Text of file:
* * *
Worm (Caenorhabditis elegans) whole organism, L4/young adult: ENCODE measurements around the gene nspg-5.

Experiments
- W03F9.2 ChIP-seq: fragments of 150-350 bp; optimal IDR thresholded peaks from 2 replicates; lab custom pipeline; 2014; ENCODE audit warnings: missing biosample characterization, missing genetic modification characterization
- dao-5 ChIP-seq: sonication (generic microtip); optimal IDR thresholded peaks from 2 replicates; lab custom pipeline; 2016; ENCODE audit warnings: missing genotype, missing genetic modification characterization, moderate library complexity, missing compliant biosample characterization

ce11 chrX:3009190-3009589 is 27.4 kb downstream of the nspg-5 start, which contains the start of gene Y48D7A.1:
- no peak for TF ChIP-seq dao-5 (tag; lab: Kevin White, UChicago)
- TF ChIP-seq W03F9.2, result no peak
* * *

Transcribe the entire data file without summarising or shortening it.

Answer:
Worm (Caenorhabditis elegans) whole organism, L4/young adult: ENCODE measurements around the gene nspg-5.

Experiments
- W03F9.2 ChIP-seq: fragments of 150-350 bp; optimal IDR thresholded peaks from 2 replicates; lab custom pipeline; 2014; ENCODE audit warnings: missing biosample characterization, missing genetic modification characterization
- dao-5 ChIP-seq: sonication (generic microtip); optimal IDR thresholded peaks from 2 replicates; lab custom pipeline; 2016; ENCODE audit warnings: missing genotype, missing genetic modification characterization, moderate library complexity, missing compliant biosample characterization

ce11 chrX:3009190-3009589 is 27.4 kb downstream of the nspg-5 start, which contains the start of gene Y48D7A.1:
- no peak for TF ChIP-seq dao-5 (tag; lab: Kevin White, UChicago)
- TF ChIP-seq W03F9.2, result no peak